Friday, May 15, 2009

The Sun Never Sets

Nostalgia for the British Empire is one of my most politically incorrect traits. I know that the days when the sun never set on the "pink parts of the map" were days of racism and injustice. Untold horrors occured in the name of Imperialism and I am not saying, of course, that I feel nostalgic for those things. I am talking, instead, about a nostalgia felt by an expat Canadian living in the United States for things Victorian and things that remind me of my Commonwealth upbringing. I miss the kinship of Commonwealth that made me feel connected to little girls growing up in London or Australia or India. Many of our parents had coronation tea cups and Queen's Jubilee tea towels. (Our parents all drank tea!) Many of us ate Jaffa Cakes and Tate and Lyles and used Sunlight soap. I am still drawn to people who know what these things are. We had pictures of the Queen in our schools and family mementos that combined the British flag with local emblems (as in this rug, above, from my friend Jo Jo's house in Halifax). This shows Canadian maple leaves but there could just as easily be kangaroos beside the Union Jack, or lions or elephants, depending on which part of the world we called home.

For those of us who grew up in the Commonwealth there was a feeling of a shared culture that stretched, as the Kinks say in their song " Victoria", from "Canada to India and Australia to Cornwall" This song illustrates my own ambivalence to the British Empire - love and hate, fondness and disgust.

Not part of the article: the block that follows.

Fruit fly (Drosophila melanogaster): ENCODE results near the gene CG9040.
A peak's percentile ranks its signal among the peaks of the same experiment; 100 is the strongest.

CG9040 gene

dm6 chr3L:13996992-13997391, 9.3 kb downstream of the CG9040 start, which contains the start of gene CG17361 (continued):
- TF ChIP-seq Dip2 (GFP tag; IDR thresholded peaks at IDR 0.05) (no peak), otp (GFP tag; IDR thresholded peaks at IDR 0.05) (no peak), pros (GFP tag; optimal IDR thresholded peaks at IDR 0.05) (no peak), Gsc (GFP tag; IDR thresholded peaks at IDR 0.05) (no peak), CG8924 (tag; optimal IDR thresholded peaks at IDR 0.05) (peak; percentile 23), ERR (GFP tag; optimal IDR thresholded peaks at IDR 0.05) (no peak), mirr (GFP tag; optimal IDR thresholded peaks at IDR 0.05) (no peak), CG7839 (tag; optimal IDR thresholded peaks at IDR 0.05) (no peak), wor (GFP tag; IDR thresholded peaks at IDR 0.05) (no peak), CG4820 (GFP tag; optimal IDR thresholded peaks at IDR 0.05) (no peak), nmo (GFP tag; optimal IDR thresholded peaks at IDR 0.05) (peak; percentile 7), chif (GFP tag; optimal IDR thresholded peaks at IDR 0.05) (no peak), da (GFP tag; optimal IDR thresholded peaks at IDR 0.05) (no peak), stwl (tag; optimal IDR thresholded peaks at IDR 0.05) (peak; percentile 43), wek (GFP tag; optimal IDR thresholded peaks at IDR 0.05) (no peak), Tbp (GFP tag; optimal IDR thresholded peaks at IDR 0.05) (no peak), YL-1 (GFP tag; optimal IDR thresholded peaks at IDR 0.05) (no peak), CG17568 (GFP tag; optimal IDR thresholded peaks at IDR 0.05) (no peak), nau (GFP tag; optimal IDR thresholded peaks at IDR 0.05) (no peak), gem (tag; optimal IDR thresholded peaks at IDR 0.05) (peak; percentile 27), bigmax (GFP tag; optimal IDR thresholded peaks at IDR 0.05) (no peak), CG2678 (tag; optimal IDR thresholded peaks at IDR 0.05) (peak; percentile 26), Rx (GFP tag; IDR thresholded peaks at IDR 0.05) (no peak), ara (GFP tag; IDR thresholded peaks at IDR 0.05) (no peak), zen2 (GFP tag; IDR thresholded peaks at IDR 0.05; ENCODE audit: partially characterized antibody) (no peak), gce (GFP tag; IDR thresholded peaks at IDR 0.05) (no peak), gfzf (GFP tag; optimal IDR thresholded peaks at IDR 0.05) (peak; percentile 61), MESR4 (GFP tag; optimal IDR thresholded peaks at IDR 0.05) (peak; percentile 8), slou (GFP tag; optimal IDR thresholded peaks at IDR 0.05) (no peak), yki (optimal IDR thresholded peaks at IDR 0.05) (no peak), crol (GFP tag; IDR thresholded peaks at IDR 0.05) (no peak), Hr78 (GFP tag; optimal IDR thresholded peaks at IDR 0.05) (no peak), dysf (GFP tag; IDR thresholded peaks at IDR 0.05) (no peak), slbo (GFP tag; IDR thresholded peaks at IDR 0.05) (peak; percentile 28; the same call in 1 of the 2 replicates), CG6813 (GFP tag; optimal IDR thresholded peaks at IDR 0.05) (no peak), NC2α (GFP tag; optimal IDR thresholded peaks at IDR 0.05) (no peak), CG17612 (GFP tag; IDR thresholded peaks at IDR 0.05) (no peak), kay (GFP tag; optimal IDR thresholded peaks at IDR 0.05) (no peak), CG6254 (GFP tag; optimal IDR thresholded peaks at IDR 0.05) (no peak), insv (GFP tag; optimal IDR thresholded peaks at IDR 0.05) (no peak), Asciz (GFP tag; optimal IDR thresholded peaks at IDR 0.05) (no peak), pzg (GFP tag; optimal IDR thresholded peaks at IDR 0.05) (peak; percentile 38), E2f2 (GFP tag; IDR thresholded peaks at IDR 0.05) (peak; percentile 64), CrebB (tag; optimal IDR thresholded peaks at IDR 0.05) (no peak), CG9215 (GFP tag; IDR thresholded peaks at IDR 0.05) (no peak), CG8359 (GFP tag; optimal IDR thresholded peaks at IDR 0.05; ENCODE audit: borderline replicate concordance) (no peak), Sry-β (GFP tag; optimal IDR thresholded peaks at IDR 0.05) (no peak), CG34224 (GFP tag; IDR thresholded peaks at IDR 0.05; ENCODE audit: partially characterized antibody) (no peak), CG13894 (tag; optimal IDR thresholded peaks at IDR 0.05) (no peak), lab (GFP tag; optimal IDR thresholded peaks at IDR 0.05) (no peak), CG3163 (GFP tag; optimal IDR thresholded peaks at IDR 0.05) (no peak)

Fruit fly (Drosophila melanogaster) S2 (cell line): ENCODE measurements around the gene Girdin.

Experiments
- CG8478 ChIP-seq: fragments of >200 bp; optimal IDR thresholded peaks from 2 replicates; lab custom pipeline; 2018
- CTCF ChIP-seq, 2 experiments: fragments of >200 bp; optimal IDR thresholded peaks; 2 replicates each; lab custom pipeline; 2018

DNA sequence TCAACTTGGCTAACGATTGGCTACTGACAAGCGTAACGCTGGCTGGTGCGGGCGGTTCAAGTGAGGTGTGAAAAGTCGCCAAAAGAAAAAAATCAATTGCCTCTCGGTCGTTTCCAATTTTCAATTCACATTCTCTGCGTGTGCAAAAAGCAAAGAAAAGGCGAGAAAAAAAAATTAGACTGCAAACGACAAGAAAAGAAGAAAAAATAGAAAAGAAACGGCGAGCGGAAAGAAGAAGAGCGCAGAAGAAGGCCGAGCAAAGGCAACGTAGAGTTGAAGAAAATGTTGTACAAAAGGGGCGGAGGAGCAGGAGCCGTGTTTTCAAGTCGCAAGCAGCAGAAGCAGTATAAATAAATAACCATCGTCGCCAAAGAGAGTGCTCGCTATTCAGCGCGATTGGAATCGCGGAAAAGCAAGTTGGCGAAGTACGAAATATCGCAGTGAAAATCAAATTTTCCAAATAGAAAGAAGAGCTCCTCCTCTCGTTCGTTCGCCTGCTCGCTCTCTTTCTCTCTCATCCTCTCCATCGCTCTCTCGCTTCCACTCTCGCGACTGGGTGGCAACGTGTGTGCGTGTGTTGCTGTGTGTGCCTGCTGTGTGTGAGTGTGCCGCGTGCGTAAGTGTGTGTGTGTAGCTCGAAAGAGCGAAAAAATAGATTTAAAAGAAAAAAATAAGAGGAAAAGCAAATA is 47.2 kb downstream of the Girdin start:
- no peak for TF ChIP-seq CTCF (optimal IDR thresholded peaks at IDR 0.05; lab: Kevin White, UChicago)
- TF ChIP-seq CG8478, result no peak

Long ago life was clean
Sex was bad and obscene
And the rich were so mean
Stately homes for the lords
Croquet lawns, village greens
Victoria was my queen
Victoria, victoria, victoria, toria

I was born, lucky me
In a land that I love

Though I am poor, I am free
When I grow I shall fight
For this land I shall die
Let her sun never set
Victoria, victoria, victoria, toria
Victoria, victoria, victoria, toria

Land of hope and gloria
Land of my victoria
Land of hope and gloria
Land of my victoria
Victoria, toria
Victoria, victoria, victoria, toria

Canada to India
Australia to Cornwall
Singapore to Hong Kong
From the west to the east
From the rich to the poor
Victoria loved them all
Victoria, victoria, victoria, toria
Victoria, victoria, victoria

There was also an aspect to British Imperialism that embraced the vastness of the earth and its varied material cultures. I was reminded of the positive side of this cosmopolitan attitude while visiting Jo Jo and her mum Mary in Eastern Canada. Their lovely Victorian houses are full of gorgeous objects that reflect a passion for travel and for history.

Cushions on a day bed in Jo Jo's house

Mary's house

Embroidery from Greece

Cushions brought back from a recent trip to Morocco

Victorian craftsmanship ensured that even the baseboard around a door was a thing of beauty.

A Victorian staircase meets twenty-first Century family life.

Looking down the stairs to a couple of soccer balls on the ground floor.

The children's bathroom sink.

Images from Jo Jo's kitchen.

Victorian ruins are embraced in Mary's garden

I have a childhood memory of my father explaining to me that Queen Victoria's birthday didn't really fall at the end of May but that she was such a good and thoughtful Queen that she allowed her subjects to celebrate her birthday when the weather was nice and everyone could go outside for a picnic. I am sure this is an apocryphal memory as my father is no monarchist, but it is rather sweet. Happy Victoria Day everyone!


  1. And Happy Victoria Day to you too- from a Yank who loves (almost) all things British and Victorian.

    Your friend has a lovely home- I love all of the textiles.

  2. Hi Jean, thanks for the visit and glad you enjoyed the poppies!

    I love your friends home, and share you love of textiles and things patriotic too. Love the first image, it reminded me a lot of cushions now made by a Lady called Jan Constantine with Union Jacks, Maps, and Pop art type symbolism.

  3. Thank you for dropping by Karen. We are getting five minutes of sunshine right now and I wonder if you have rushed outside to the garden.

    Zoe thank you for pointing out Jan Constantine's work. I love the hot pink and black union jack. Cool Britannia indeed.